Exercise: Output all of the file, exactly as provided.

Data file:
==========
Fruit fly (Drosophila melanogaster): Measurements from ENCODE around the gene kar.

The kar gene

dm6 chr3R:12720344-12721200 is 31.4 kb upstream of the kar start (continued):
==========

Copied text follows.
Fruit fly (Drosophila melanogaster): Measurements from ENCODE around the gene kar.

The kar gene

dm6 chr3R:12720344-12721200 is 31.4 kb upstream of the kar start (continued):